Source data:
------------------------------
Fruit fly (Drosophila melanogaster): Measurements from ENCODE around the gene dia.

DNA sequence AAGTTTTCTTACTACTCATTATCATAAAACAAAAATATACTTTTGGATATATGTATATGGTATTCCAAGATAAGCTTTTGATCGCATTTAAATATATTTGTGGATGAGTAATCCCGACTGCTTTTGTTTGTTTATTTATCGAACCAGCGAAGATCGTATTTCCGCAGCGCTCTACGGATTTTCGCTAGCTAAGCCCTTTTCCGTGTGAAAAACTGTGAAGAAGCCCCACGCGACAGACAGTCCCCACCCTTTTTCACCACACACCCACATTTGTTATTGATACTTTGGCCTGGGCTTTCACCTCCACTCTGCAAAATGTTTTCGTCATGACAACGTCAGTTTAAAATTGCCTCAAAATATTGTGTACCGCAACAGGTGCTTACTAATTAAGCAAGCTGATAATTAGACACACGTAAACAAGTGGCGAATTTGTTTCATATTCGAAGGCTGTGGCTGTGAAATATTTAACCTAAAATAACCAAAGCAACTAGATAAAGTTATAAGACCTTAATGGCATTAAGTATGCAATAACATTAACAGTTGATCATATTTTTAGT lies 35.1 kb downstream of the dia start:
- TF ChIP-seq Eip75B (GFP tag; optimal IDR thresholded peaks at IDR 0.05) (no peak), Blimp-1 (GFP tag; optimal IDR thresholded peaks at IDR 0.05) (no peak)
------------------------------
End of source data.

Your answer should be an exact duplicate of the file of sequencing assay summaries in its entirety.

Fruit fly (Drosophila melanogaster): Measurements from ENCODE around the gene dia.

DNA sequence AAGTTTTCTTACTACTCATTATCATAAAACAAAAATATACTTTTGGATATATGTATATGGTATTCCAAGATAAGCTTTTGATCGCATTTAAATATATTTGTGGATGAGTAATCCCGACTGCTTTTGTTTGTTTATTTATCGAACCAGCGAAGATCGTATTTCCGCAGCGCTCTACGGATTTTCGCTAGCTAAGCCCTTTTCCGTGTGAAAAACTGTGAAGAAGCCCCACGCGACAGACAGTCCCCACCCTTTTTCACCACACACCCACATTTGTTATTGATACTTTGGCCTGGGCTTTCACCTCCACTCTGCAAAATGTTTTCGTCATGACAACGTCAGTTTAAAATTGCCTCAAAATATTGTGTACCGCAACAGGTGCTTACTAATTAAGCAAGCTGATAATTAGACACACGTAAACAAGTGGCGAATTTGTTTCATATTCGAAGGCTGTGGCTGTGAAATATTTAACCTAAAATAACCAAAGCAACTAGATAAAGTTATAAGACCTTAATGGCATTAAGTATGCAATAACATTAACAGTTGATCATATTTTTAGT lies 35.1 kb downstream of the dia start:
- TF ChIP-seq Eip75B (GFP tag; optimal IDR thresholded peaks at IDR 0.05) (no peak), Blimp-1 (GFP tag; optimal IDR thresholded peaks at IDR 0.05) (no peak)